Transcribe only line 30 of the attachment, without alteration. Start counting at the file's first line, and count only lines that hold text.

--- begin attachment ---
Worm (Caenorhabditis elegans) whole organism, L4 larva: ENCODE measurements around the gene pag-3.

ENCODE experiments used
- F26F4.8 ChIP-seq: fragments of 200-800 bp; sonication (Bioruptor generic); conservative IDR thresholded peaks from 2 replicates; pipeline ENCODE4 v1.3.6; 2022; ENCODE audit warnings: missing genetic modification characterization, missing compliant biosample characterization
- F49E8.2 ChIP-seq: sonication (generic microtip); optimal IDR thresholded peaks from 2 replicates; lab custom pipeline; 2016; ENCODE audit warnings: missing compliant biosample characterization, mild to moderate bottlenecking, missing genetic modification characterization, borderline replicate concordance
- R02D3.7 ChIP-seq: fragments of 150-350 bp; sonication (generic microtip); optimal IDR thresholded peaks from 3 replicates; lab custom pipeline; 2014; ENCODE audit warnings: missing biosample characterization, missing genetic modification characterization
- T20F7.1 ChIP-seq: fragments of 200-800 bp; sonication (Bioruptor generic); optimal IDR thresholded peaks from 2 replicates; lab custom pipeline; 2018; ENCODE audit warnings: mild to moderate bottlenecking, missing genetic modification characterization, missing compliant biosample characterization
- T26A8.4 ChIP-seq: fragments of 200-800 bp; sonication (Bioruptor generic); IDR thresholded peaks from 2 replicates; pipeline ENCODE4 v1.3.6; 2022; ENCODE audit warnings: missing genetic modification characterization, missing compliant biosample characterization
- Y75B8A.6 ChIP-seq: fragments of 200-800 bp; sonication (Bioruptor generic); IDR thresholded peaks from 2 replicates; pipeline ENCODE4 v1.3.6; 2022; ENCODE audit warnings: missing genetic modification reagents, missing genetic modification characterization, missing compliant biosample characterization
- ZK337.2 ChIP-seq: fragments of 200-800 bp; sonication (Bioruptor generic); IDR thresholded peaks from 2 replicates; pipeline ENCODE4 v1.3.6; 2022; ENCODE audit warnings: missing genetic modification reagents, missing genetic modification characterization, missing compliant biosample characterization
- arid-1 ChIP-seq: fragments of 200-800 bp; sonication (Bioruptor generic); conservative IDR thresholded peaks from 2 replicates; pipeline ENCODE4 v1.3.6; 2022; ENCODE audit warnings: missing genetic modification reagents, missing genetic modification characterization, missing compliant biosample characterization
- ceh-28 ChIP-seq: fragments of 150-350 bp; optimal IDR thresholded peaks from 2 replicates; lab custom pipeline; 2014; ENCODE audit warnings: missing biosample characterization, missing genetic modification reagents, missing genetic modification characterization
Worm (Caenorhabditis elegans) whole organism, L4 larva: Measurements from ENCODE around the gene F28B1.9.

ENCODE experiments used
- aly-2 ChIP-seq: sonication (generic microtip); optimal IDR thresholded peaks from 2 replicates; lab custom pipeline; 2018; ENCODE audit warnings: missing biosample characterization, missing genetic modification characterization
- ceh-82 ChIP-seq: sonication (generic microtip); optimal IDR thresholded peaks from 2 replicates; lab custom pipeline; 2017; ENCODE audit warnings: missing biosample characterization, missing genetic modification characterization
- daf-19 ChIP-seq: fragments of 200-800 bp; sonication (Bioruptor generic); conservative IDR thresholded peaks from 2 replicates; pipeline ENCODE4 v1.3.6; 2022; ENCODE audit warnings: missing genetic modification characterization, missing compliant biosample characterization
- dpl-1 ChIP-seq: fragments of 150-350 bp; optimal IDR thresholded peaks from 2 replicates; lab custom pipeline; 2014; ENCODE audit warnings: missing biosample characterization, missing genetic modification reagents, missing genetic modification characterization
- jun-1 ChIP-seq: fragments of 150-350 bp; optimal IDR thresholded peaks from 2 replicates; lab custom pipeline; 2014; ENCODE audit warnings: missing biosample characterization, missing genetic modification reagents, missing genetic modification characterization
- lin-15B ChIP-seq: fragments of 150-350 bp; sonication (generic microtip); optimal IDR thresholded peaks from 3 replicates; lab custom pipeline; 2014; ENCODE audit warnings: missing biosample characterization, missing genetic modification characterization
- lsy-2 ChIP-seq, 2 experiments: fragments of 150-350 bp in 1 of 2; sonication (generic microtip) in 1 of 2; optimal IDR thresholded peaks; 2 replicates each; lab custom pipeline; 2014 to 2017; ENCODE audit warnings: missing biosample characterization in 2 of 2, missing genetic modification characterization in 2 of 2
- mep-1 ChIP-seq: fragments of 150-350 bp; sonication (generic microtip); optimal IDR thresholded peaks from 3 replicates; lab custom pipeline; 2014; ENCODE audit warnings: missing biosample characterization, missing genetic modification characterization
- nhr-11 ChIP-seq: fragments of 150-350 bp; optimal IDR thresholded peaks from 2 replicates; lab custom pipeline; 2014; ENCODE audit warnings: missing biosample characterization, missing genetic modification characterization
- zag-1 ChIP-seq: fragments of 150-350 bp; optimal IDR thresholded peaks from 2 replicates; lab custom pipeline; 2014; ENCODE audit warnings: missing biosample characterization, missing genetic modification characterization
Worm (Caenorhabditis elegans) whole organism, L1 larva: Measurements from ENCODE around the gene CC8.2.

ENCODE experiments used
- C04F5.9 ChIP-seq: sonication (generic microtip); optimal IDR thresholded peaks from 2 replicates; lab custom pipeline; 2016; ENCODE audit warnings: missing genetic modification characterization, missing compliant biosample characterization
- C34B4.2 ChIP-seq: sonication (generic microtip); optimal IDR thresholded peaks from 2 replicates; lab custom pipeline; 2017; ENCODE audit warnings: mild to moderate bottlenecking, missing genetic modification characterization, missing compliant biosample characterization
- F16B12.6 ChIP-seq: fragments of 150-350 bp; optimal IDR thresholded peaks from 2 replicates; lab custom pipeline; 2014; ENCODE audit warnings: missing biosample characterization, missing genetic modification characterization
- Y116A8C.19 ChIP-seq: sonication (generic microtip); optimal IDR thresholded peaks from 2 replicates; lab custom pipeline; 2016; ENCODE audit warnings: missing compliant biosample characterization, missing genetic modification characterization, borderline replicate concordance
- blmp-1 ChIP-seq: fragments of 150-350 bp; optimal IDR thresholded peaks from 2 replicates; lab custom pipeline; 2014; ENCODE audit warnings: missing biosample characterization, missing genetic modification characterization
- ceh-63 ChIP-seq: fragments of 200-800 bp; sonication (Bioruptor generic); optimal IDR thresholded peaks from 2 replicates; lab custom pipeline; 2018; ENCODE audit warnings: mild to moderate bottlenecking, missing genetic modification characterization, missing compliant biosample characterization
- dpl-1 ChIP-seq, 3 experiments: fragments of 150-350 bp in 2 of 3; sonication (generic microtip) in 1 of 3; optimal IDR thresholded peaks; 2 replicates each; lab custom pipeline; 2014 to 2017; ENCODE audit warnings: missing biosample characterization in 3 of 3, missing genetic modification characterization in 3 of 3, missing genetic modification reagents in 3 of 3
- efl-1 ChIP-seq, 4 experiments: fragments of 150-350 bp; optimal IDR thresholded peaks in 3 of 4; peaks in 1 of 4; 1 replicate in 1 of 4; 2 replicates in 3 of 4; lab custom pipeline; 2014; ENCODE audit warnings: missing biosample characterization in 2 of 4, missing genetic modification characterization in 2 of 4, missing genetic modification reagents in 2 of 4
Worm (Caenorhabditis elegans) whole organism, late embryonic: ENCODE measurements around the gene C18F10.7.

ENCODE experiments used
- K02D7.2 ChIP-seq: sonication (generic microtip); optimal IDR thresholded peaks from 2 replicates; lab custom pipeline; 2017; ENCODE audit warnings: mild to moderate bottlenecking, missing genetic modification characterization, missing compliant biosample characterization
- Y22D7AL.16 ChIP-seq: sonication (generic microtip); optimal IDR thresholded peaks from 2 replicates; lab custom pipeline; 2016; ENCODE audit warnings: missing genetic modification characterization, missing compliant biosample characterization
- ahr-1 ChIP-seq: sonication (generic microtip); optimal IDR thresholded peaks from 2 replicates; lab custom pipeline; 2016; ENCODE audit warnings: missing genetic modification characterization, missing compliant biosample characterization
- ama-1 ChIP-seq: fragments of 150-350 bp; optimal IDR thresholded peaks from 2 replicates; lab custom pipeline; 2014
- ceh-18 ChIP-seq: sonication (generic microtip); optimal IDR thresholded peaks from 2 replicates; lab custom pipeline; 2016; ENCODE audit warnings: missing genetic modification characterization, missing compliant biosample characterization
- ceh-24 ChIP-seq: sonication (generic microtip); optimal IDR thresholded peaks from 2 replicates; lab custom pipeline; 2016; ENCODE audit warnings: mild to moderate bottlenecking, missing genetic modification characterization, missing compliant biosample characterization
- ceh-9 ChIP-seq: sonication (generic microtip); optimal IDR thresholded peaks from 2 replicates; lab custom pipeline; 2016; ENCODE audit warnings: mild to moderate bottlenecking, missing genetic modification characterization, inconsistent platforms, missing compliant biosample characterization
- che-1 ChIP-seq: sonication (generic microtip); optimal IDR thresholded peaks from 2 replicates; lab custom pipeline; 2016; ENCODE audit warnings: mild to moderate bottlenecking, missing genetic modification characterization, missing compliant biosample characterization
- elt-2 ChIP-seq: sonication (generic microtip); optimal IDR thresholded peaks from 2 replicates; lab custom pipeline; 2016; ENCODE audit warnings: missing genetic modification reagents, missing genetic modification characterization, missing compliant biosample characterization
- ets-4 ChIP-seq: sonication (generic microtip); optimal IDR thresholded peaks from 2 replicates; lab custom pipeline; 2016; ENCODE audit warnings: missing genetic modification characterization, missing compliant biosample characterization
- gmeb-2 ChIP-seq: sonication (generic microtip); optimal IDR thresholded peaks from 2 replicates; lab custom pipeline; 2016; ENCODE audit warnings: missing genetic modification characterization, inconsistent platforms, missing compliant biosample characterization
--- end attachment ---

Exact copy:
- blmp-1 ChIP-seq: fragments of 150-350 bp; optimal IDR thresholded peaks from 2 replicates; lab custom pipeline; 2014; ENCODE audit warnings: missing biosample characterization, missing genetic modification characterization